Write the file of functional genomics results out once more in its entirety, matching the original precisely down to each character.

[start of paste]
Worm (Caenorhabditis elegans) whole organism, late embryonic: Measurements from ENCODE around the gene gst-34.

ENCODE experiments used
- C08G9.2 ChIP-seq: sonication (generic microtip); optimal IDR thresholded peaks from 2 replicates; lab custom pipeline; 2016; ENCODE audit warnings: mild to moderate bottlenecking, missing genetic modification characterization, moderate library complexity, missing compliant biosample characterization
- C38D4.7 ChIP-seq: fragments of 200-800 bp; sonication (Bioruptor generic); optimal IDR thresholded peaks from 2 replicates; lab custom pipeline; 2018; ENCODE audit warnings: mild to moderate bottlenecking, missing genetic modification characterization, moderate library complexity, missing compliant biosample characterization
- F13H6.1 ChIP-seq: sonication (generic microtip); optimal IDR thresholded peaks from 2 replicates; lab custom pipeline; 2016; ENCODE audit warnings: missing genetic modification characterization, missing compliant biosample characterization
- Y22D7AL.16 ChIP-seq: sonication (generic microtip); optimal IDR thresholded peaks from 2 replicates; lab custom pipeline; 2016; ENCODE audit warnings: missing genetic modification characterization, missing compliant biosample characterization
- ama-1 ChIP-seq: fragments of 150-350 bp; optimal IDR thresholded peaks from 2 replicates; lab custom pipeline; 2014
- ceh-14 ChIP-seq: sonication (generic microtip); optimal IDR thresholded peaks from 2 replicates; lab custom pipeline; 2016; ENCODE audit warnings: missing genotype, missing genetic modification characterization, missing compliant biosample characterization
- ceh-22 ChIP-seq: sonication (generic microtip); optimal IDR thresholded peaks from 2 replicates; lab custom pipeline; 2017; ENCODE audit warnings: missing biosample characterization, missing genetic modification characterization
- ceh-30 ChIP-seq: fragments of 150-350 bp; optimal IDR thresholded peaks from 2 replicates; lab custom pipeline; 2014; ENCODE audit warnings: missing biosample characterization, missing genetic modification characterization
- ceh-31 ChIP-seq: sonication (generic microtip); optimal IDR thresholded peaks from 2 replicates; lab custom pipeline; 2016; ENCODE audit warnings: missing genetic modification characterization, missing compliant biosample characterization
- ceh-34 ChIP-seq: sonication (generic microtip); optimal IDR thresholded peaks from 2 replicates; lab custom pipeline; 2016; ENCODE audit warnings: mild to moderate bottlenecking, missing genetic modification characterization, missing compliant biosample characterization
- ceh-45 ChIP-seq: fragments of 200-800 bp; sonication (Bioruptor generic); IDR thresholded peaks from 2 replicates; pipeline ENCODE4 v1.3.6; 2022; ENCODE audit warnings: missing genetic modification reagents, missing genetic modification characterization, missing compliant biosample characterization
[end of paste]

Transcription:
Worm (Caenorhabditis elegans) whole organism, late embryonic: Measurements from ENCODE around the gene gst-34.

ENCODE experiments used
- C08G9.2 ChIP-seq: sonication (generic microtip); optimal IDR thresholded peaks from 2 replicates; lab custom pipeline; 2016; ENCODE audit warnings: mild to moderate bottlenecking, missing genetic modification characterization, moderate library complexity, missing compliant biosample characterization
- C38D4.7 ChIP-seq: fragments of 200-800 bp; sonication (Bioruptor generic); optimal IDR thresholded peaks from 2 replicates; lab custom pipeline; 2018; ENCODE audit warnings: mild to moderate bottlenecking, missing genetic modification characterization, moderate library complexity, missing compliant biosample characterization
- F13H6.1 ChIP-seq: sonication (generic microtip); optimal IDR thresholded peaks from 2 replicates; lab custom pipeline; 2016; ENCODE audit warnings: missing genetic modification characterization, missing compliant biosample characterization
- Y22D7AL.16 ChIP-seq: sonication (generic microtip); optimal IDR thresholded peaks from 2 replicates; lab custom pipeline; 2016; ENCODE audit warnings: missing genetic modification characterization, missing compliant biosample characterization
- ama-1 ChIP-seq: fragments of 150-350 bp; optimal IDR thresholded peaks from 2 replicates; lab custom pipeline; 2014
- ceh-14 ChIP-seq: sonication (generic microtip); optimal IDR thresholded peaks from 2 replicates; lab custom pipeline; 2016; ENCODE audit warnings: missing genotype, missing genetic modification characterization, missing compliant biosample characterization
- ceh-22 ChIP-seq: sonication (generic microtip); optimal IDR thresholded peaks from 2 replicates; lab custom pipeline; 2017; ENCODE audit warnings: missing biosample characterization, missing genetic modification characterization
- ceh-30 ChIP-seq: fragments of 150-350 bp; optimal IDR thresholded peaks from 2 replicates; lab custom pipeline; 2014; ENCODE audit warnings: missing biosample characterization, missing genetic modification characterization
- ceh-31 ChIP-seq: sonication (generic microtip); optimal IDR thresholded peaks from 2 replicates; lab custom pipeline; 2016; ENCODE audit warnings: missing genetic modification characterization, missing compliant biosample characterization
- ceh-34 ChIP-seq: sonication (generic microtip); optimal IDR thresholded peaks from 2 replicates; lab custom pipeline; 2016; ENCODE audit warnings: mild to moderate bottlenecking, missing genetic modification characterization, missing compliant biosample characterization
- ceh-45 ChIP-seq: fragments of 200-800 bp; sonication (Bioruptor generic); IDR thresholded peaks from 2 replicates; pipeline ENCODE4 v1.3.6; 2022; ENCODE audit warnings: missing genetic modification reagents, missing genetic modification characterization, missing compliant biosample characterization